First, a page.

A 61-year-old central Pacific man has been detained on allegations that he was luring foreign women to Costa Rica and forcing them into prostitution.
The arrest took place Wednesday night when judicial agents raided and searched a location in Palmar Norte in the province of Puntarenas. Agents said they confiscated evidence including clothing.
The raid also confirmed the existence of 12 foreign women, including Nicaraguans, Panamanians, Colombians and Dominicans. Agents said that the women were offered at a night club in the same community, but it was unclear if that is where the raid took place.
Also unavailable was the name of the detained man.
Agents said the investigation started in February when two Nicaraguan women showed up at Judicial Investigation Organization offices with a consular representative from their embassy. The women said they had been lured to Costa Rica with offers of jobs as domestic employees, agents said. They arrived in San José, and the man took them to Palmar Norte where they were told they had to work as prostitutes in a night club, said agents.
The women managed to escape and sought aid from their consulate.
Prostitution is not prosecuted in Costa Rica, but pimping or running a house of prostitution is. The central Pacific coast, centered at Jacó is home to many foreign prostitutes who seek customers in the tourism market. Unclear is why someone would import unwilling prostitutes when there are so many willing sex workers nearby.
Many night clubs are covers for prostitution on the Pacific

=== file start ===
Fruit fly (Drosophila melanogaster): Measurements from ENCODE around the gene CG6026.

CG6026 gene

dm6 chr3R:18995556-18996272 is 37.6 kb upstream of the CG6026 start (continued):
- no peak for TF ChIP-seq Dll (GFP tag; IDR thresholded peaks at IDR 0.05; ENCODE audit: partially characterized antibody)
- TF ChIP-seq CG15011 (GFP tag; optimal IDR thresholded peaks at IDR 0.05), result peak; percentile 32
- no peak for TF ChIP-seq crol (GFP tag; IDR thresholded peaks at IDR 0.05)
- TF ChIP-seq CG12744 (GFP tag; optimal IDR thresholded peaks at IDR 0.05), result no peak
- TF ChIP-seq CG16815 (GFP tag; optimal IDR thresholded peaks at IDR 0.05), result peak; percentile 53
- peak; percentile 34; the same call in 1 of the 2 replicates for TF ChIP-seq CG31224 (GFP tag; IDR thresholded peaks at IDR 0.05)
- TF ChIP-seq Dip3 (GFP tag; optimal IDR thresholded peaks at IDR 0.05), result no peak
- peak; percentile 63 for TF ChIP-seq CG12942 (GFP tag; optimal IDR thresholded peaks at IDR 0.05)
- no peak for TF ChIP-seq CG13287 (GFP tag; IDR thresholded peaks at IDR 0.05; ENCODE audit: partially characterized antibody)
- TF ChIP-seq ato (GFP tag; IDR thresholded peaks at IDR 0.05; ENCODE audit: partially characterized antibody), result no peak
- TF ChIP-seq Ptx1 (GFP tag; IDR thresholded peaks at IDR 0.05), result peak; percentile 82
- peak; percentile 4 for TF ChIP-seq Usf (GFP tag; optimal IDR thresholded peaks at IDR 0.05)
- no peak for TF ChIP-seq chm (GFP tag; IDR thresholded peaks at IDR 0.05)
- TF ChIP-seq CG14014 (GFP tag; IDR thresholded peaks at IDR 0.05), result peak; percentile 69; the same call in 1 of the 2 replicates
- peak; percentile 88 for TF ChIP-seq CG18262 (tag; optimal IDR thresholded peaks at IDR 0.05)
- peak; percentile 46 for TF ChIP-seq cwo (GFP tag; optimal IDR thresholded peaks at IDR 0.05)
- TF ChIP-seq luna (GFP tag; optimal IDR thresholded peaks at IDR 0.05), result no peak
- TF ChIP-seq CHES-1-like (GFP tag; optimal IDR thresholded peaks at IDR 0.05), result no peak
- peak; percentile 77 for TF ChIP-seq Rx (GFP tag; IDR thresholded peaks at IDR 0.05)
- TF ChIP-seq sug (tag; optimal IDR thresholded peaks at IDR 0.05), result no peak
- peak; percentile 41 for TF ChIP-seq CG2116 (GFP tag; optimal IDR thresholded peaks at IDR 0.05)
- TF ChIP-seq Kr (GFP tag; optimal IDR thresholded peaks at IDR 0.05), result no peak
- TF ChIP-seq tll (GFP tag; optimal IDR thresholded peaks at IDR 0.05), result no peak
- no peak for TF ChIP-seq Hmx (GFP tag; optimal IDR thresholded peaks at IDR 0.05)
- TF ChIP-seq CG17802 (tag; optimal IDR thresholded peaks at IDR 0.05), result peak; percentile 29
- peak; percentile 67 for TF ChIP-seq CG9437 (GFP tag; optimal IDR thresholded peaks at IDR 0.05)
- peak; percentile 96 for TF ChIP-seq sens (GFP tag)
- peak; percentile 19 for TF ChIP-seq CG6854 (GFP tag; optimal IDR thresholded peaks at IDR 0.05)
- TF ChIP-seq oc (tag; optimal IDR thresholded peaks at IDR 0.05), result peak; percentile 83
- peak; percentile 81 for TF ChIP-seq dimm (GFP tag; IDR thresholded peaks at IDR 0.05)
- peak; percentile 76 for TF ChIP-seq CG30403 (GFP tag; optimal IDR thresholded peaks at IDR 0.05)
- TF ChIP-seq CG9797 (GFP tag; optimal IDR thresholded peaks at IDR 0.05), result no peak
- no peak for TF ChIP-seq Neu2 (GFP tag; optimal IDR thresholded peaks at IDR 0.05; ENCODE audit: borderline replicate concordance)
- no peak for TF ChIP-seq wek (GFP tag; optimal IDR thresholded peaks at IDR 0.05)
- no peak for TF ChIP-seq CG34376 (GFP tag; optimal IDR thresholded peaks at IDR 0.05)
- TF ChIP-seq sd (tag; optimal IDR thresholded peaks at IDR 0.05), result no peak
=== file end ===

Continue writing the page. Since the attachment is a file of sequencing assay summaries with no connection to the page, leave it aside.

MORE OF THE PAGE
and in San José. These locations are infrequently troubled by the police. Also seeming immune are so-called massage parlors, which are thinly disguised centers of prostitution.
The last time such operations were raided in San José the official concern was not prostitution but failure to provide full access to the disabled.
Gradually foreign criminal gangs, Russian or Colombian, have consolidated the prostitution market and exact tribute from supposedly independent sex workers.
A.M. Costa Rica has documented the existence of a trafficking ring that spans the ocean from the Dominican Republic to Costa Rica. A Dominican prostitute recounted how she was able to obtain a visa there to travel here and how she paid the amount due on a bribe at a back door of the Dirección General de Migración y Extranjería, the immigration agency.
Forced prostitution is a small percentage of human trafficking, although U.S. officials and others who study such issues usually do not make clear the differences. The majority of trafficking in Costa Rica are persons transporting Nicaraguans into the country illegally or transporting Asians and Africans through the country with the goal of reaching the United States. So the case in Palmar Norte is unusual.
Frequently such cases are resolved by a financial settlement with the victims in lieu of criminal action.
Another case of forced prostitution involved two Costa Rican women who were lured to México with the promise of good jobs. They, too, managed to escape, but that case still is unresolved. Officials said that another Costa Rican women was a recruiter here for the Mexican operation.